CASE STUDY • ‘Hydro-point’ – The Forgotten and Unspoken Entity in Hydropneumothorax

Image of PoCUS lung ultrasound Hydropneumothorax Hydro point DAFI chest x ray    Online PoCUS Training

CASE STUDY • ‘Hydro-point’ – The Forgotten and Unspoken Entity in Hydropneumothorax

Source: AJUM November 2021;24(4);246-248


A 30-year-old chronic smoker presented to the emergency department with a history of breathlessness, cough with expectoration, and right-sided chest pain for the past four days. On initial assessment, the patient’s saturation was low (50% in room air), and right-sided air entry was absent.

After starting the patient on high flow oxygen saturation improved to 90%. Other assessments and vital signs were normal.

Lung point-of-care ultrasound (POCUS) showed hydro-point, dynamic air–fluid interface (DAFI) sign and a characteristic triple sign, namely barcode sign/stratosphere sign, hydro-point and sinusoidal pattern in right lung. These features are seen in effusive pneumothorax, namely hydropneumothorax, hemopneumothorax and pyopneumothorax.

Chest X-ray findings – Chest X-ray showed air–fluid level, which confirmed effusive pneumothorax as predicted by POCUS.

A right-sided intercostal tube drainage (ICD) was inserted, which had a gush of air and straw-colored fluid confirming it as hydropneumothorax, followed by a CXR to check for tube position. The patient’s saturation improved to 96% and was symptomatically better after ICD. Baseline workup showed raised white blood cell counts. Sputum acid-fast bacilli staining (AFB) was positive for mycobacterium tuberculosis. The patient’s pleural fluid culture–sputum culture turned out to be positive for pseudomonas aeruginosa and klebsiella pneumoniae co-infection and he was started on appropriate antibiotic therapy. The final diagnosis was tubercular hydropneumothorax with secondary bacterial infections.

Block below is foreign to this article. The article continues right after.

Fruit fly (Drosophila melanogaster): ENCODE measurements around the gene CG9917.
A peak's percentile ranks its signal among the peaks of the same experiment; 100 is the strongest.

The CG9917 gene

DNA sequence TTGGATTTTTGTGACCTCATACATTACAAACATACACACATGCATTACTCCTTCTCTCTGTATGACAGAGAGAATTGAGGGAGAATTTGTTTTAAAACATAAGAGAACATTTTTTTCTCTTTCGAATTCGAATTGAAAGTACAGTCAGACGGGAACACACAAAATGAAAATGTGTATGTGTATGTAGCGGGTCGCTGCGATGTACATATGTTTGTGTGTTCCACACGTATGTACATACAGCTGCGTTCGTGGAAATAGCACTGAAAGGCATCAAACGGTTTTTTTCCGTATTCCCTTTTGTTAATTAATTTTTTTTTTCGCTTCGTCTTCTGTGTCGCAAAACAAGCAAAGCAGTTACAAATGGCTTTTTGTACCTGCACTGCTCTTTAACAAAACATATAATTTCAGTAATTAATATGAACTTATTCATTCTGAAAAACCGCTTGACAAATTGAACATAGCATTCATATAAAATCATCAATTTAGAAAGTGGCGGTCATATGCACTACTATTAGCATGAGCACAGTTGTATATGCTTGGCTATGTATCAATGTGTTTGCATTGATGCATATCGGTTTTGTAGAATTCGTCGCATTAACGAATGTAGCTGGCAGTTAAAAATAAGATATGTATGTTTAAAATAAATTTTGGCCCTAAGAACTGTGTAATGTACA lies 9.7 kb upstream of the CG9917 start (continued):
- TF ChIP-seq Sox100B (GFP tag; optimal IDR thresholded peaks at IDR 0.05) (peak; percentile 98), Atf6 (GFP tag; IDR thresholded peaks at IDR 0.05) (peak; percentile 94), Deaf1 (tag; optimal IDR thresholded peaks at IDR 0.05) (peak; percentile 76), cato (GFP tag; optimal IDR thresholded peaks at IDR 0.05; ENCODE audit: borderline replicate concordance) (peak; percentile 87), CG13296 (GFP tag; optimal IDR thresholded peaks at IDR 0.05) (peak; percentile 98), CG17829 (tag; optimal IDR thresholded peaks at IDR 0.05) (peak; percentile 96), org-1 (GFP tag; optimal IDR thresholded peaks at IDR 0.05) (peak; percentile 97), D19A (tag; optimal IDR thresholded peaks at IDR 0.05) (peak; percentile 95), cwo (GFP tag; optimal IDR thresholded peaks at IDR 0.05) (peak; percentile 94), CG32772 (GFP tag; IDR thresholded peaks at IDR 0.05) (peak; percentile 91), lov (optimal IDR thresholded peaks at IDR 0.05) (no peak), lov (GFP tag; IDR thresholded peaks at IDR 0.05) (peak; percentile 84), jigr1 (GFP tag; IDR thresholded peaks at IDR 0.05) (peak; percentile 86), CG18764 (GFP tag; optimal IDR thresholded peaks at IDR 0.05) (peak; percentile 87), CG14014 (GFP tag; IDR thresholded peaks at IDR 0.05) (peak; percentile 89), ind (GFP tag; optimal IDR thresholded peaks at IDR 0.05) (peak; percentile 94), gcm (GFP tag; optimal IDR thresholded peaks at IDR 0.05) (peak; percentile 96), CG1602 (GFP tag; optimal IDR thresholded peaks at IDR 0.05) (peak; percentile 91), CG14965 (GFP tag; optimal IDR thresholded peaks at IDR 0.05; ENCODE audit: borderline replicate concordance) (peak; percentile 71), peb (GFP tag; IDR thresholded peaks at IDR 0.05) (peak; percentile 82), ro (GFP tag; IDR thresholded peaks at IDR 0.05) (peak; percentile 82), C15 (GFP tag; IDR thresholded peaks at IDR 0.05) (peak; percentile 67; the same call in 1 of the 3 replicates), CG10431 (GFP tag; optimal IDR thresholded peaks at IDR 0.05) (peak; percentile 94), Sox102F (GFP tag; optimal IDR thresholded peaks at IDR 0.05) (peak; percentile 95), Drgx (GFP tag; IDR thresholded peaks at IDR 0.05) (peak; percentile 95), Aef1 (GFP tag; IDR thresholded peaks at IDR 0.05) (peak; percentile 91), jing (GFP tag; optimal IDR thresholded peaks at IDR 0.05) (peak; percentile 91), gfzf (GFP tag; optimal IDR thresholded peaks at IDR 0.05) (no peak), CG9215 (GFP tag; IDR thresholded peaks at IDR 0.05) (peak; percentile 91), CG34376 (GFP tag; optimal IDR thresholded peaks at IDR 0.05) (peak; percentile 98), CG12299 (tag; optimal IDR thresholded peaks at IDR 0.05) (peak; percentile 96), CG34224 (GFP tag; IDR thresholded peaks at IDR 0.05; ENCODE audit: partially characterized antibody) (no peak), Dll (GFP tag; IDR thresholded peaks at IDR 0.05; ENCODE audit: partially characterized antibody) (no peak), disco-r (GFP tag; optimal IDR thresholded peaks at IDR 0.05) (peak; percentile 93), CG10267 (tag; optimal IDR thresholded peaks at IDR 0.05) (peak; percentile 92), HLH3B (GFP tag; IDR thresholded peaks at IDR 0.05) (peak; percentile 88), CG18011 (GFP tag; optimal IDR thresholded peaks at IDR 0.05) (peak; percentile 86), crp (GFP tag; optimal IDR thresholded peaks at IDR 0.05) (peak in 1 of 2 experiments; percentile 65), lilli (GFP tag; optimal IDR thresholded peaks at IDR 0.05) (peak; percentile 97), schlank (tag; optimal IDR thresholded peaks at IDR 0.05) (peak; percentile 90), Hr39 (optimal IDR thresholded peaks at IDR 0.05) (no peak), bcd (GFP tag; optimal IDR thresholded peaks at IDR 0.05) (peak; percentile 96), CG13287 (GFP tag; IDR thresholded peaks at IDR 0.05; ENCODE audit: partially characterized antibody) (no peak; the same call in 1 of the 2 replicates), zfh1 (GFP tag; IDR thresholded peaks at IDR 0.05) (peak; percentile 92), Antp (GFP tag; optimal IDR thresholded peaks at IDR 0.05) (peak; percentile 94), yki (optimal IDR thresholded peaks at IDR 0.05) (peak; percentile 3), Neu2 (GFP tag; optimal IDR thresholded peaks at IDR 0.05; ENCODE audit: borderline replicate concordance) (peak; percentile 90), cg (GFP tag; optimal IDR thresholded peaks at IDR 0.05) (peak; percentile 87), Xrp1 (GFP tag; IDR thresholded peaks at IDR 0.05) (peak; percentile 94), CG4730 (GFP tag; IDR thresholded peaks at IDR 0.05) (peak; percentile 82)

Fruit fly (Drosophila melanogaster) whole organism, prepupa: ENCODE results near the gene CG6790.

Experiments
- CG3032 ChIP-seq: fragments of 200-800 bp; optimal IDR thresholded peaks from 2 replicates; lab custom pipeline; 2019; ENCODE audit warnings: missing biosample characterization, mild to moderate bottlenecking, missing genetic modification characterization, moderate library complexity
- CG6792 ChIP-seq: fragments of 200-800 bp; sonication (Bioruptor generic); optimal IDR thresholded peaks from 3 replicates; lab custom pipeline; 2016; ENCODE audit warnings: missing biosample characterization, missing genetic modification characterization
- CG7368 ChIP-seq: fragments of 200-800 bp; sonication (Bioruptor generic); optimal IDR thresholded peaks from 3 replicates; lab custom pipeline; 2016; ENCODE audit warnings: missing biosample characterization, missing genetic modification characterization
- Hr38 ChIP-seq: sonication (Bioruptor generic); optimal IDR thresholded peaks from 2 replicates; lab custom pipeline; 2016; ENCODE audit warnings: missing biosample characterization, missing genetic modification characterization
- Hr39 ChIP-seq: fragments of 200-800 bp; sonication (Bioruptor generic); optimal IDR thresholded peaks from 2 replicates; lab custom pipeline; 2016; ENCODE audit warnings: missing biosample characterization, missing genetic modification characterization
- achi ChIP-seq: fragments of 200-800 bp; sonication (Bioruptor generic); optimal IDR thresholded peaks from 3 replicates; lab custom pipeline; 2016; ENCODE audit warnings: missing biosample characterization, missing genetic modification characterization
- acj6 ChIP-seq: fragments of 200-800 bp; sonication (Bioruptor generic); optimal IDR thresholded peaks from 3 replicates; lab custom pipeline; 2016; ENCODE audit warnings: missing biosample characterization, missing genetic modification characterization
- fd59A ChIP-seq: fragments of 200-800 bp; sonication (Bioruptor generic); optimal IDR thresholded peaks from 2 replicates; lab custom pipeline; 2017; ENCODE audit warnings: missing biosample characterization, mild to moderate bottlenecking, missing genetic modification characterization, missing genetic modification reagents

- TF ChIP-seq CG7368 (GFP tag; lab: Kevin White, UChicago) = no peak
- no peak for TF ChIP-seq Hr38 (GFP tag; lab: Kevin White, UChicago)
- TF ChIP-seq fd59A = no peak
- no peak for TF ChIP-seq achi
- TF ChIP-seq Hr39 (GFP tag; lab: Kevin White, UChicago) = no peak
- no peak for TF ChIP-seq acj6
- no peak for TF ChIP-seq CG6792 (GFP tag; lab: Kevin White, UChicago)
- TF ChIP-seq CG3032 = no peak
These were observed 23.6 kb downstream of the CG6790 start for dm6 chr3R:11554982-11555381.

The authors discuss the simultaneous demonstration on lung ultrasound signs of pneumothorax in the nondependent zone and pleural effusion signs in the dependent zone and suggest that this pattern may hint towards hydropneumothorax.

They describe the ultrasound technique for confirming hydropneumothorax at the bedside, by slowly screening the lung with ultrasound in the caudocranial direction in sitting position from the effusion zone.

At the air–fluid interface level one can see hyperechoic anechoic dynamic image subpleurally, which is called hydro-point and DAFI sign. Thus, if such a pattern of barcode sign or absent lung sliding in the non-dependent zone, hydro-point at interface zone and pleural effusion/sinusoidal pattern in the dependent zone are seen, hydropneumothorax can be diagnosed at the bedside.

The authors also commented that ultrasound in peripherally located larger lung abscess may also show hydro-point, which requires further ultrasonographic research studies.

Finally, they discuss the potential benefit of using these signs when scanning patients with lung ultrasound in India, since the most common cause of hydropneumothorax in India is tuberculosis. Other causes of hydropneumothorax are necrotizing bacterial pneumonia, obstructive lung disease, bronchopleural fistula, esophago-pleural fistula, prior lung surgery, lung malignancy, iatrogenic causes, chest trauma, cystic lung disease, pulmonary infarction, post-partial pneumonectomy and rarely connective tissue disorders.